Strava Now Allows Users to Post Live During Runs and Rides
Strava today will start to help the athletes who use its tracking apps to see live updates of how they compare to others as they’re in the midst of a run or riding their bicycles.
Strava is purposely built to recreate the feel of training with a team, and many riders relish completing an activity and then uploading their GPS file to Strava to see how they compared on each segment — e.g., a particular climb or descent — with the larger Strava user base, with their friends and with their own past efforts.
Now they’ll be able to see on a segment-by-segment basis how they compare in real time. They’ll also be able to see other people doing almost the same thing at the same time nearby.
The feature is available for Android today, and a version that includes it has been submitted to the Apple App Store.
“This is the first feature Strava has built just for mobile,” noted Horvath, who has fostered a highly active and passionate user base, many of whom identify strongly with its brand, and even buy its apparel.
Probably some of you who are reading this story have never heard of Strava, and don’t ever expect to care about being quite so serious about how fast you run or ride. Others of you are obsessed with Strava, and have already stopped reading to go check on the new mobile app.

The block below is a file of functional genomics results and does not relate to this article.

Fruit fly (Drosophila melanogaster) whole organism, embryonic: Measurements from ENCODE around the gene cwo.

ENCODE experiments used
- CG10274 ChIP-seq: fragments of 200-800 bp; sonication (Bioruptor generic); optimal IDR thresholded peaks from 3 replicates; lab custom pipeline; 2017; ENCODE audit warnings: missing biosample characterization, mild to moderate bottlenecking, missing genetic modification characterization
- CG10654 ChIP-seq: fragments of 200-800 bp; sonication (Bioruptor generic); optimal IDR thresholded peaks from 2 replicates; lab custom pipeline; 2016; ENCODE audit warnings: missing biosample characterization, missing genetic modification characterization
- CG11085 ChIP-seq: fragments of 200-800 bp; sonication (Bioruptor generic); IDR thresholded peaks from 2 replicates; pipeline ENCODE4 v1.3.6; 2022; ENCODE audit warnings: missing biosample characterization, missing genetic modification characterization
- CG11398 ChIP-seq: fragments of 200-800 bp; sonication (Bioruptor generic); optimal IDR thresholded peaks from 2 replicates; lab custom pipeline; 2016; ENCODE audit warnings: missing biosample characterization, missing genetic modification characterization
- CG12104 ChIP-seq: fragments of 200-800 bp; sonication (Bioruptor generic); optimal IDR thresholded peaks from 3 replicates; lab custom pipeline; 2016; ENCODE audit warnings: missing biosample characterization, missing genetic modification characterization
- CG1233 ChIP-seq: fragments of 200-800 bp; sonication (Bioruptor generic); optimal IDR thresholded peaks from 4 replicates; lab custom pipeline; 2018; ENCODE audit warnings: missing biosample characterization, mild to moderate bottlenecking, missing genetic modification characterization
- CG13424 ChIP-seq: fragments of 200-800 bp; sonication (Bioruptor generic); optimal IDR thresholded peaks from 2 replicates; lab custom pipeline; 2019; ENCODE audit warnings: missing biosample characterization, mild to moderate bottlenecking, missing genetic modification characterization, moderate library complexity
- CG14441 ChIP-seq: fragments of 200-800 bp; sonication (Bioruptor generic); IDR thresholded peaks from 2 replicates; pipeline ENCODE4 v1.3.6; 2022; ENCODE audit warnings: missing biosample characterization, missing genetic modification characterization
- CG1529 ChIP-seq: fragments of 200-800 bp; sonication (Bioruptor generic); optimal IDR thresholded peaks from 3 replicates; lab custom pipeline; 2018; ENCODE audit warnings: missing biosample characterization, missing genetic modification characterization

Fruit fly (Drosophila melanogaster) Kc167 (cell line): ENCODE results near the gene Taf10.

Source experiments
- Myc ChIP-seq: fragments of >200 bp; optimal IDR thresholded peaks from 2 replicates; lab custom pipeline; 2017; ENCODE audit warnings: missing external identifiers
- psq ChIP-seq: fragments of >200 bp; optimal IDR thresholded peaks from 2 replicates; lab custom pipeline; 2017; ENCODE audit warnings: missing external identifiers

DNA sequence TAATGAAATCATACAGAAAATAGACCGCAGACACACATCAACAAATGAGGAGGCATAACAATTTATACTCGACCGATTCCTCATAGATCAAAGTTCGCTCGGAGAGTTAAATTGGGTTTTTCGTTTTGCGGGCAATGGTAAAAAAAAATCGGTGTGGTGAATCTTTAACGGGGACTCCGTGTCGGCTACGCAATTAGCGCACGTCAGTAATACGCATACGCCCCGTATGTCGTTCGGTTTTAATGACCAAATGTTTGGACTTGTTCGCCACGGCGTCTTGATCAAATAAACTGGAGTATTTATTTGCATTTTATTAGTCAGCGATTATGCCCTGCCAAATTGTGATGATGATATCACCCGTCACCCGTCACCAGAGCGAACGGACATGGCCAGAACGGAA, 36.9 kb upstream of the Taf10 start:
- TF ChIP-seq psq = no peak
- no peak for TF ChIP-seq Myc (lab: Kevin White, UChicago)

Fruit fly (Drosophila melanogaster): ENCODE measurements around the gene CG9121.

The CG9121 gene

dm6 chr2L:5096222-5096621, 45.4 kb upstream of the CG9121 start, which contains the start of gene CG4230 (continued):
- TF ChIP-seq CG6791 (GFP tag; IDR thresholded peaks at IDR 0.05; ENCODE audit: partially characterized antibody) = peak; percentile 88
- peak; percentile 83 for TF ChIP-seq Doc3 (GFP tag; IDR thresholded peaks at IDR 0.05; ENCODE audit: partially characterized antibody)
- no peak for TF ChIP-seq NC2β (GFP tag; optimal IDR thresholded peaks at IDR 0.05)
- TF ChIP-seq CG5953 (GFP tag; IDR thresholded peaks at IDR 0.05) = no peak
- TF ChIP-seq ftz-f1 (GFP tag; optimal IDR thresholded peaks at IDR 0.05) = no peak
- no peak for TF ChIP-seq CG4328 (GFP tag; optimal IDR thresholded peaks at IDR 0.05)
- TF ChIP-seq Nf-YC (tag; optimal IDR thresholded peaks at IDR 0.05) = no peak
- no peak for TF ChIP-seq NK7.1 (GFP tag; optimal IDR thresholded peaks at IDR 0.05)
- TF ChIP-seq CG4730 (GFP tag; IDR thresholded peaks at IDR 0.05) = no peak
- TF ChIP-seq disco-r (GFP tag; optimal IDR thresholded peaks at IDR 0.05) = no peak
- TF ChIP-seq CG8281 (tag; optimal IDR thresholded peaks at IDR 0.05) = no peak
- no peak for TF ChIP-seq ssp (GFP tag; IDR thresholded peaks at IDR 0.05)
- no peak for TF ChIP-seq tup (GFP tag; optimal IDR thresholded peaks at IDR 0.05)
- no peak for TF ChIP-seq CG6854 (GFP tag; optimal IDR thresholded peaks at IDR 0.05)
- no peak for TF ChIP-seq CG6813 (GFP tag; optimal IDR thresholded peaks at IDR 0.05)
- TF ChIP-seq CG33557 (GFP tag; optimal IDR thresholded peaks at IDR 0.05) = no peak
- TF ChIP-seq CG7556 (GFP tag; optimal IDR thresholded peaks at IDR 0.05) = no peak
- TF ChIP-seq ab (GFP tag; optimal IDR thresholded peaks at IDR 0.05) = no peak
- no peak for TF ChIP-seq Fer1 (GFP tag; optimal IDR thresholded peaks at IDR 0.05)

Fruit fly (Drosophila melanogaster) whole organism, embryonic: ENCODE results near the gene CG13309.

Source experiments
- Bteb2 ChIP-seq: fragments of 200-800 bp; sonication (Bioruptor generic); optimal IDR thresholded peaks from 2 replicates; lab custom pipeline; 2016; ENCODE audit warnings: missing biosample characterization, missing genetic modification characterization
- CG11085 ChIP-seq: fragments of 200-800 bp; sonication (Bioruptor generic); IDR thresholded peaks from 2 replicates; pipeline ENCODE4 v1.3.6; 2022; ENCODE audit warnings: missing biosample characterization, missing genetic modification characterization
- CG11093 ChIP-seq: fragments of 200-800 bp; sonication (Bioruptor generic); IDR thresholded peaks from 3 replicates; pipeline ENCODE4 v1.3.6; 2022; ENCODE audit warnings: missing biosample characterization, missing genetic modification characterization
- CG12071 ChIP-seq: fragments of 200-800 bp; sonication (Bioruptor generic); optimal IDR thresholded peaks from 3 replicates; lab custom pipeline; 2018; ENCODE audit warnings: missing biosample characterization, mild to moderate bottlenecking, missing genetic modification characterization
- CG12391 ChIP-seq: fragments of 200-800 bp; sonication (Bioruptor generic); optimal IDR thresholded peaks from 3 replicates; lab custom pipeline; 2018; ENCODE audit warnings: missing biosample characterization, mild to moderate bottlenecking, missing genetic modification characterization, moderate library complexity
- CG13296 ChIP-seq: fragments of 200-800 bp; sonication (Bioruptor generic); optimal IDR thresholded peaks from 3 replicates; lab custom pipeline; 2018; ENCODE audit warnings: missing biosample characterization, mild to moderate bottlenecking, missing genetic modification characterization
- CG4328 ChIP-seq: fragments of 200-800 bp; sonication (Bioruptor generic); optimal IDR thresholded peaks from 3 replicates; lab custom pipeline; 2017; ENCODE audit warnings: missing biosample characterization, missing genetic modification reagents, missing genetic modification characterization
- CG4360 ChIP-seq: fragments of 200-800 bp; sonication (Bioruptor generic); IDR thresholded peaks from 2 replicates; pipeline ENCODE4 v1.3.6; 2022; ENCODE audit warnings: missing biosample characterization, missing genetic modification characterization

Horvath said the most important stat to understand Strava’s size is how often people actually use it to do something. The service currently gets 1.5 million uploads per week, which Horvath believes makes it the most active activity tracker in a very crowded market. “We have far fewer users, but more active users,” he explained.
Horvath said the average Strava user is connected to 10 other users, and often those are people they meet because they see their names over and over again on the Strava leaderboards (there’s actually no option to have an entirely private Strava account). For instance, he recalled a 2:45 marathoner who told Strava he found a running partner on a business trip to Arizona by looking at locals’ Strava splits.
“Strava is an interesting social network because you have to be off your computer to use it,” Horvath said.
San Francisco-based Strava, which has raised about $16 million in funding, employs 65 people and expects to be profitable next year, according to Horvath. It has “double-digit” conversion rates of free users upgrading to premium, he said.
What’s next for Strava? Horvath mentioned a platform for coaching, gear recommendations, event and race discovery, and eventually content — maybe even coffee-table books — about where to ride and run. But what the company won’t do is expand to non-endurance activities like snow- and water sports.